|Id||Title||Authors||Abstract||Picture||Thematic fields||Recommender||Reviewers||Submission date|
24 Aug 2023
Comparing habit-behaviour relationships for organised versus leisure time physical activityKaterina Newman, Cyril Forestier, Boris Cheval, Zackary Zenko, Margaux de Chanaleilles, Benjamin Gardner & Amanda L. Rebar https://doi.org/10.31219/osf.io/x5e9d
Habit-behaviour relationships in organised and leisure-time physical activityRecommended by Eleftheria Giannouli based on reviews by 2 anonymous reviewers
Despite public health campaigns, achieving recommended physical activity levels remains challenging. Investigating the factors influencing physical activity is essential for effective promotion. Habit strength is known to correlate with physical activity (Hagger, 2019), making habit formation a key intervention target. Newman et al. (2023) expand current knowledge on physical activity and habit strength. They investigate if habit strength and its association with behavior differ between organized and leisure-time physical activities. Given the broad definition of physical activity and individual differences in preferences, studying habit's influence on varied activities is crucial. The cross-sectional survey, spanning the UK, USA, Australia, and Switzerland, involves 120 young adults (mean age = 25) engaged in organized sports. Although self-report measures are used, excluding commuting and occupational activity, the study yields intriguing results: Authors find significant habit strength differences between organized sports and leisure-time activities, indicating potential distinctions in habit formation drivers. Investigating factors establishing habits in organized sports could inform broader interventions. Remarkably, the impact of habits on behavior is consistent across both activity types, suggesting a universal role of habits. Further analysis reveals stronger habit strength in team sports versus individual ones, with no behavior association difference. Diverse habit strength in organized versus leisure-time activities underscores the need for focused research. Understanding unique aspects of team sports that promote habituation can reshape interventions, aligning leisure activities with organized sports' characteristics.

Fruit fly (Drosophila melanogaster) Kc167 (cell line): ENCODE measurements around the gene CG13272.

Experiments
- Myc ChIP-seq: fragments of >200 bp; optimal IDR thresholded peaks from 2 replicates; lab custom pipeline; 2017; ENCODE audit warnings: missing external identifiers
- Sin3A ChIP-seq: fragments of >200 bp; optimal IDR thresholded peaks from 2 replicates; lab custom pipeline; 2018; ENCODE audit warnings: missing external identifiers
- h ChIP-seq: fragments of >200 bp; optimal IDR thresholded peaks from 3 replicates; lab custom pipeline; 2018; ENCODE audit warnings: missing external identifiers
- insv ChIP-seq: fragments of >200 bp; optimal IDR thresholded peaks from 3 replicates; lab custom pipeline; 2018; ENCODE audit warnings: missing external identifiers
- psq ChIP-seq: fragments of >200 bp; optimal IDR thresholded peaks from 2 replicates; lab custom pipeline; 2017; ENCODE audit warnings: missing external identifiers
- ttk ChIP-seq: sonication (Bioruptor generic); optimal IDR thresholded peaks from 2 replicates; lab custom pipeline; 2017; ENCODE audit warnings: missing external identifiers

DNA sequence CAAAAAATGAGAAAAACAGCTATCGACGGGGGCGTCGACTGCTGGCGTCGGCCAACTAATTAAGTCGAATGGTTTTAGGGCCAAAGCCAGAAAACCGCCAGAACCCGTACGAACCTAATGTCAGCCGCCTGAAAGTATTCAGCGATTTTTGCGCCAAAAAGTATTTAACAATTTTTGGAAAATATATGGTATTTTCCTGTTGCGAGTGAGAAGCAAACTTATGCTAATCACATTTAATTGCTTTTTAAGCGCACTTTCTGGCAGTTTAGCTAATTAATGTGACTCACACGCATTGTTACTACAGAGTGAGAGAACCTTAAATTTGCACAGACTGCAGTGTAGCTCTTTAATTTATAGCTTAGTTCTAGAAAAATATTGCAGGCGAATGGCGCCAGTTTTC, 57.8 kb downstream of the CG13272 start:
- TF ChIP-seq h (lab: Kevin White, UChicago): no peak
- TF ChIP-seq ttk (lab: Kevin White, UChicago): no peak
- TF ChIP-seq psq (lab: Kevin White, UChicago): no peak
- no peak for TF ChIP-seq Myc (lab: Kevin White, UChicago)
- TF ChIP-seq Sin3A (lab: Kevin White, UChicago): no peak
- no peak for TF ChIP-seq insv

Hagger, M. S. (2019). Habit and physical activity: Theoretical advances, practical implications, and agenda for future research. Psychology of Sport and Exercise, 42, 118–129. https://doi.org/10.1016/j.psychsport.2018.12.007
Newman, K., Forestier, C., Cheval, B., Zenko, Z., De Chanaleilles, M., Gardner, B., & Rebar, A. L. (2023). Comparing habit-behaviour relationships for organised versus leisure time physical activity. OSF Preprints, 1–11, version 4, peer-reviewed and recommended by Peer Community in Health & Movement Sciences. https://doi.org/10.31219/osf.io/x5e9d
|Comparing habit-behaviour relationships for organised versus leisure time physical activity||Katerina Newman, Cyril Forestier, Boris Cheval, Zackary Zenko, Margaux de Chanaleilles, Benjamin Gardner & Amanda L. Rebar||<p>Evidence shows that people with strong physical activity habits tend to engage in more physical activity than those with weaker habits, but little is known about how habit influences specific types of physical activity. This study aimed to test...||Health & Disease, Physical Activity||Eleftheria Giannouli||2023-03-01 08:59:18||View|